Idaho 11th-graders showed some improvement on the Scholastic Aptitude Test in April.
But the state’s average SAT scores still fall well below the college-readiness benchmark established by the College Board, the nonprofit group that administers the exam.
On average, Idaho juniors scored a 1,363 on April 16 — the state’s annual “SAT Day.” That’s a slight increase from 2013, when juniors averaged 1,354 on the college-placement exam.
The scores provide a panoramic snapshot of the state’s graduating class of 2015. All Idaho students must take a college-placement exam in order to graduate high school, and on “SAT Day,” students can take this exam at state expense. Consequently, the vast majority of Idaho juniors take the SAT, and 16,579 Idaho students took the exam on April 16.
Gaining ground, losing ground
Idaho students gained ground on two components of the SAT. Critical reading scores increased from 454 to 464, while math scores improved from 453 to 461. Scores on the writing component of the exam dropped from 447 to 438.
Each component of the SAT is scored on a 200- to 800-point scale, so a perfect score is 2,400. A nine-point increase — the change in the statewide average — translates to an improvement of less than .7 percent.
Still, State Superintendent Tom Luna hailed the progress.
“These results are more evidence that student achievement in Idaho continues to increase and that Idaho’s high school students are moving in the right direction as they prepare to ‘go on’ to postsecondary education.” Luna said in a news release Friday.
The college-ready benchmark
While 2,400 represents a perfect score on the SAT, the magic number may be 1,550.
According to a 2013 College Board report, a 1,550 reflects a college-readiness benchmark. Students who score a 1,550 on the SAT have a 65 percent chance of achieving a first-year college GPA of a B-minus or better. “Studies show that students who meet the SAT College and Career Readiness Benchmark are more likely to enroll in a four-year college, more likely to earn a higher first-year GPA, and more likely to persist beyond the first year of college and complete their degree,” according to the 2013 report.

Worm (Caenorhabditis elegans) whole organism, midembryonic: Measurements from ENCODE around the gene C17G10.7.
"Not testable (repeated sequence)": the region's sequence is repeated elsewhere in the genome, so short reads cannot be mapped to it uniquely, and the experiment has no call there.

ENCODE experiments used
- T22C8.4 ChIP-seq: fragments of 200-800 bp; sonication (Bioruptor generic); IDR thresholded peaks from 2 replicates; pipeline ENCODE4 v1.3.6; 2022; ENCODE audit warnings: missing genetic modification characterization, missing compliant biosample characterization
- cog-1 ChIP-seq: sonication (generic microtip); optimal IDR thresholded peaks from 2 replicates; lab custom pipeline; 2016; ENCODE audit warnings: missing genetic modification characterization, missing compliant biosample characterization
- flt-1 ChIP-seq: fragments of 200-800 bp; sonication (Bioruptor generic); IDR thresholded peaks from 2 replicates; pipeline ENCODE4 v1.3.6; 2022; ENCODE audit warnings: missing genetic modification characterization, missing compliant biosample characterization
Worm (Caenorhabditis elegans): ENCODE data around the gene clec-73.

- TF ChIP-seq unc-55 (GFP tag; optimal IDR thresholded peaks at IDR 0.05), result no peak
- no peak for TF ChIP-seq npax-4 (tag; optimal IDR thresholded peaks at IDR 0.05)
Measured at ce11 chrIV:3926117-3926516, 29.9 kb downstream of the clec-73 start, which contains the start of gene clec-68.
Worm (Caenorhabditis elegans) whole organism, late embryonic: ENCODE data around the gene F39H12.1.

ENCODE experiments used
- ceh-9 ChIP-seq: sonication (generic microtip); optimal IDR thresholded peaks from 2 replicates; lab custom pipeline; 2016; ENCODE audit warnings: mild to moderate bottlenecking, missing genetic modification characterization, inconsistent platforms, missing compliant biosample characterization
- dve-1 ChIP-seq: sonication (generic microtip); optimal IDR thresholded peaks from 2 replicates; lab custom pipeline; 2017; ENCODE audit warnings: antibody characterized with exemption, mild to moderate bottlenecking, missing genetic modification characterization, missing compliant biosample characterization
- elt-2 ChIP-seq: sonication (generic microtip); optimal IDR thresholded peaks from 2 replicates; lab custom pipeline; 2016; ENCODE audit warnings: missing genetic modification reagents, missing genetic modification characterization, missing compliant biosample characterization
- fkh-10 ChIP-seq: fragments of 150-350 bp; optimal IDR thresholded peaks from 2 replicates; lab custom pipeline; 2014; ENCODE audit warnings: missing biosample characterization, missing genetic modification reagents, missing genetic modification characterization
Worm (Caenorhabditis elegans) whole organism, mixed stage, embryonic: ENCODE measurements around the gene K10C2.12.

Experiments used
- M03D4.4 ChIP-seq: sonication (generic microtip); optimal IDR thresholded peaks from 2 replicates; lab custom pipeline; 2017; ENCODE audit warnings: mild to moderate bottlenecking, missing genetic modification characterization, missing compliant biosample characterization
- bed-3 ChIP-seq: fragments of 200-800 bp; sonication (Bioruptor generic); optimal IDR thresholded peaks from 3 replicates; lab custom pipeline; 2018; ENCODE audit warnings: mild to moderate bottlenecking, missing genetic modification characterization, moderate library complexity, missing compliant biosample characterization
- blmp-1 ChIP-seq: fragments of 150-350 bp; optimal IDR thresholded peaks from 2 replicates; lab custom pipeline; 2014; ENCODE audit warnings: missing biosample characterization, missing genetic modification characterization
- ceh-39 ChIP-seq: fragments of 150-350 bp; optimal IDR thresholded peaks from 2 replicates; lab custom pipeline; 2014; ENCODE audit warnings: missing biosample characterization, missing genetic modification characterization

College readiness, and college success, is a key concern among Idaho education leaders. Idaho’s college attendance rates are historically among the lowest in the nation, and even appear to be dropping slightly.
It is unclear exactly how many Idaho students achieved this 1,550 score in April — not from the 460-page breakdown of SAT scores made available on the State Department of Education’s website.
Spotty success stories
But one fact is clear from the College Board’s detailed breakdown: only a handful of Idaho schools are consistently meeting the benchmark.
Only nine high schools had average SAT scores of 1,550 or higher. That’s less than 5 percent of the 192 high schools listed in the College Board breakdown. (Small schools, with 10 or fewer students taking the SAT, are not incorporated in the report.)
Here’s a list of the nine top-achieving schools, and their average SAT scores:
1. Coeur d’Alene Charter Academy, 1,831.
2. Compass Public Charter, Meridian, 1,663.
3. Renaissance High School, Meridian, 1,626.
4. Victory Charter School, Nampa, 1,588.
5. Xavier Charter School, Twin Falls, 1,566.
6. Idaho Distance Education Academy, based in Post Falls, 1,564.
7. Moscow Senior High School, 1,562.
8. Boise High School, 1,561.
9. Meridian Technical Charter, 1,558.
A few patterns emerge from this short list:
- Seven of the nine high-performing schools are charter schools. Only Boise and Moscow high schools are traditional public high schools.
- Most are small schools — with a small, test-taking sample population. Six of the schools had fewer than 50 test-takers apiece. Taken together, the nine high-performing schools accounted for 940 test-takers, less than 6 percent of the statewide total.
- All of the schools have low student poverty rates, falling well below the statewide rates. In 2013-14, 48.8 percent of students were eligible for free or reduced-priced lunch; Victory had the highest poverty rate of the top-achieving schools, at 35 percent.